Reblog: Cascadia.js — A javascript revival in Portland

Reblogging this post about Cascadia.js 2014 because Cascadia.js 2015 is in full swing and I’m feeling all nostalgic about last year.  Note that I’m posting an epilogue/update at the end.

chalk drawing of cascadia

This is my trip report of a javascript conference, Cascadia.js, which took place under a tent in Portland’s sunny, summery…ok, it was really hot.  It was hot like a church revival.

Revival Tent at Cascadia.js

Usually, when I do a trip report, I’ve taken lots of notes in conference talks and this is my chance to regurgitate them.  Happily, all of the 2014 Cascadia.js talks are online and, since the organizers had 170 proposals to choose from for 21 speaking slots, they are all phenomenal talks, so no regurgitation here.  Here is a bold statement: this was the best conference experience I have ever attended which includes speaking or just attending. This was not my first conference.  (Note: I was also on the roster to give a talk with friend and mentor, Ryan Dy.)


What made this such a great freakin’ conference?

There are some very specific reasons why I had such a great time and I hope that other conference organizers will take some of these reasons into consideration when organizing their own conference.  (If you know a conference organizer, please share this post with them.)

1. Code of conduct

This is not a standard yet, but all conferences, meet-ups, etc. should have one. NO EXCUSES.

If you are STILL wondering why this is so important, Leigh Honeywell has written an excellent blog post which puts this in simple terms even a nerd can understand.  

The standard you walk past is the standard you accept — David Morrison via C.J. Silverio

Cascadia.js was very up front with their COC and I’m sure it made the conference better.  If you are a conference organizer and don’t where to start, have a look at this template.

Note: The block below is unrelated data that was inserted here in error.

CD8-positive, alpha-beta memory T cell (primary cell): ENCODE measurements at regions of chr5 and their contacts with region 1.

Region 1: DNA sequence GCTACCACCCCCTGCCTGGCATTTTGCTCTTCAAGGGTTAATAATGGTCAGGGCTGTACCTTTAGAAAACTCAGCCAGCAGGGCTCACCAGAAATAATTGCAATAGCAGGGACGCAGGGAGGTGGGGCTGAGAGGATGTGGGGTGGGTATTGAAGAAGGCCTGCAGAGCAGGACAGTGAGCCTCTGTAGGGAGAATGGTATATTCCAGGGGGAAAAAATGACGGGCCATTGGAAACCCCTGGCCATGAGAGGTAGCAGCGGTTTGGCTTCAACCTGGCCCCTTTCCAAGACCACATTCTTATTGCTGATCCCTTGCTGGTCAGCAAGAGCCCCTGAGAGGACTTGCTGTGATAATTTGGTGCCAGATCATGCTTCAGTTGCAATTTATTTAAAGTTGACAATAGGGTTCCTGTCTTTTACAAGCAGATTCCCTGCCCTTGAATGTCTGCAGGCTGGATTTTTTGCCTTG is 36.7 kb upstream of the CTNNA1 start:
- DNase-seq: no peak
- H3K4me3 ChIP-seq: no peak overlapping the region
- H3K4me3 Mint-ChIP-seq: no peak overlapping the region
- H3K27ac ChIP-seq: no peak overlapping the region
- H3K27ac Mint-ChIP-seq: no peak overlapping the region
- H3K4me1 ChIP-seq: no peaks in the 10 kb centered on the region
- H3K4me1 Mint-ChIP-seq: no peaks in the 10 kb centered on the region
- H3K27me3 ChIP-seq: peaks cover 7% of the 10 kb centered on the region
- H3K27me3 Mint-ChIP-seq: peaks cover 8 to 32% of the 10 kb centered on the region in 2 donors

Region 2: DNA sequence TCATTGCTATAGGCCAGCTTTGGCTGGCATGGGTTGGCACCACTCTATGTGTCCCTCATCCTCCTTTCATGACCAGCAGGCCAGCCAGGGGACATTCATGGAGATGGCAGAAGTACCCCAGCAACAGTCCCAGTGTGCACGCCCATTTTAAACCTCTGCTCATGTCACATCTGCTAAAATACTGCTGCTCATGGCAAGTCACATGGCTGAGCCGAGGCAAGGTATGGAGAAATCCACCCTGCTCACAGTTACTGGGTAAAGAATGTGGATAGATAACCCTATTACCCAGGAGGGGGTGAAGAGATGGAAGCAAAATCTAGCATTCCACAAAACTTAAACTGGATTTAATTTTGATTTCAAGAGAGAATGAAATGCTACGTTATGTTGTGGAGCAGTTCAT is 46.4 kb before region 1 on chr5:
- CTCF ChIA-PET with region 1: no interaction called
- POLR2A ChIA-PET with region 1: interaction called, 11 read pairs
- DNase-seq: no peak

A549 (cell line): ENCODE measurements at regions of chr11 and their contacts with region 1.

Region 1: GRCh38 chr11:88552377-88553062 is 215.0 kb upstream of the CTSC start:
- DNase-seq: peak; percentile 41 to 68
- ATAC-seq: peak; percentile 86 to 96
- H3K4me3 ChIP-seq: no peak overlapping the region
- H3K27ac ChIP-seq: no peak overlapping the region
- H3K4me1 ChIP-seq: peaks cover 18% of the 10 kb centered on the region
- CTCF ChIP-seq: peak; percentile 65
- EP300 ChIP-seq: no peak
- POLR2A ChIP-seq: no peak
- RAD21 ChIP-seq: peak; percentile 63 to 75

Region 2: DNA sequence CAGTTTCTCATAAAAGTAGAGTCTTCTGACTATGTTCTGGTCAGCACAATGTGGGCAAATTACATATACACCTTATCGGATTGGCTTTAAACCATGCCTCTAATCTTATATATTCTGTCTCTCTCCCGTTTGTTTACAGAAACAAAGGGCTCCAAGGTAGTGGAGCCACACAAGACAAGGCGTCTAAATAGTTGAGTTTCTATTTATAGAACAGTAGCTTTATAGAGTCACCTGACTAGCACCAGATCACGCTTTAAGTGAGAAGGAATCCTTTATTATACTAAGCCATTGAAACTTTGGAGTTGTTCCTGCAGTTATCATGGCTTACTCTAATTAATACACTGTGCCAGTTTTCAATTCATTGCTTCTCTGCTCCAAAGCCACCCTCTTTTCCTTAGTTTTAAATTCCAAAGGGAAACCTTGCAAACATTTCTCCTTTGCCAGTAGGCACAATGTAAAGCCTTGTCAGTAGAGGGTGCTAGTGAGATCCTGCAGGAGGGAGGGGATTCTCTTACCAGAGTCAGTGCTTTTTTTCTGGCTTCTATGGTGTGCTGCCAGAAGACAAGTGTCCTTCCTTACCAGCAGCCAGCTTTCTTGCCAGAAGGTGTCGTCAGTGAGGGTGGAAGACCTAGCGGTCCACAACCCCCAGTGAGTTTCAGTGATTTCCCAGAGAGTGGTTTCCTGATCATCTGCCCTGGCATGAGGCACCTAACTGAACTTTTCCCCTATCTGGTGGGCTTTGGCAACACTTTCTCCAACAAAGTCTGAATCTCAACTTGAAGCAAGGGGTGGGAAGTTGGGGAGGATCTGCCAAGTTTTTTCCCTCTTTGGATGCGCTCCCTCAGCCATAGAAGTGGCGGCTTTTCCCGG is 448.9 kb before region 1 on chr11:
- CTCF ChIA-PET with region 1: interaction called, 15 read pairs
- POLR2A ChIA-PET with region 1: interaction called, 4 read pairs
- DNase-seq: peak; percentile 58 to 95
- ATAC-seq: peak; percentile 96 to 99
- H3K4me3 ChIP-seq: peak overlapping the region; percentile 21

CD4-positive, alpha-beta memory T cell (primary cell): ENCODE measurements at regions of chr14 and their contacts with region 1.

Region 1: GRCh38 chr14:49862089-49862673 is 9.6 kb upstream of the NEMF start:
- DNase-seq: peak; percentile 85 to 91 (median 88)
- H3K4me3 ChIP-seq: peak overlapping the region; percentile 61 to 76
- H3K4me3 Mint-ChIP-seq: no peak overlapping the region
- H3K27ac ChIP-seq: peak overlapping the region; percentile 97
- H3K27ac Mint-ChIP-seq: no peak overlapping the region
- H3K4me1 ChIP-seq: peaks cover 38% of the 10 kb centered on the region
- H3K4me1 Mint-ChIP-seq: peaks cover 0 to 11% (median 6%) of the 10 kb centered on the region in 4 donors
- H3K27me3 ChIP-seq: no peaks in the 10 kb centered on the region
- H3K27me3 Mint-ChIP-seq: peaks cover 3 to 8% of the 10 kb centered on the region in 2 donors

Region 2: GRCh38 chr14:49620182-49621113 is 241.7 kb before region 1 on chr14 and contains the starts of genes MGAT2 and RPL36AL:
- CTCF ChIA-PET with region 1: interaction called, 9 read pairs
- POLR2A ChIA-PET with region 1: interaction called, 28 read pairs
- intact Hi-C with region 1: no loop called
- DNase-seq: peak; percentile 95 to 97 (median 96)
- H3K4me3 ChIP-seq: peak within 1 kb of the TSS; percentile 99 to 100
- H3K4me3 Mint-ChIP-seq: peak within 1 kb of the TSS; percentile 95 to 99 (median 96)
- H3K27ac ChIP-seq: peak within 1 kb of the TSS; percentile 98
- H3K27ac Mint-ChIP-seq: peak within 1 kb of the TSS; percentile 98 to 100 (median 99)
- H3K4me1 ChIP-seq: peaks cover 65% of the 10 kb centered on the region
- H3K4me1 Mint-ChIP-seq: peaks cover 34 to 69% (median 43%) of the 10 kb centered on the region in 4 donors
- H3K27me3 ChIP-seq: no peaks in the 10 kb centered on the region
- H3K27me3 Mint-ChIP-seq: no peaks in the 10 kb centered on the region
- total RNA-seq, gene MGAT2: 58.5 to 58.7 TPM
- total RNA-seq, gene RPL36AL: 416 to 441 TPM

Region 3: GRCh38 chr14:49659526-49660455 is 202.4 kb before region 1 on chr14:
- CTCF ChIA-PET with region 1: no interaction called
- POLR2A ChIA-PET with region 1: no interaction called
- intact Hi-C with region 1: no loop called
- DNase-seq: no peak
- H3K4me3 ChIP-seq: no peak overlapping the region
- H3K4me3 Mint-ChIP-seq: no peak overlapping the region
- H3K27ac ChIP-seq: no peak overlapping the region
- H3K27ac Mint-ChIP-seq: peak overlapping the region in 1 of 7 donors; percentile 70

2. Single track…ftw!

Having been to both extremely large conferences and peer conferences that included about 10-15 people, I am now convinced that small and single-track is my favorite conference format.  It gives everyone at the conference a conversation starter.  There are no choices about which talk to attend, and the talks are usually better because there are fewer speaking slots.

3. The speakers had a wide spectrum of experience for speaking and for javascript

I’ve been to conferences where the speakers have all been “industry experts with X years of experience.”  I guess that’s one way to sell the value of what someone is saying, but people who are new to a language or to speaking have their own lessons to offer. For example, what Ruth Baril had to say about the anxiety of asking questions at meet ups was something that I think everyone needs to hear as it addresses approachability within the tech community.

4. Creating a wider audience for a conference

Watching Lydia Katsambaris’s talk on Bookmarklets and releasing her first code to the world resonated deeply with me since I’ve just had my own first release.  In fact, it resonated in a way that any of the deeper code talks wouldn’t have because it speaks to my personal experience.  I would much rather watch a talk that speaks to me in that way than to watch a man in an aloha shirt, stomping up and down a stage yelling out excessively boring metaphors about how building software is building a house. (This happened years ago and I walked out of that talk.)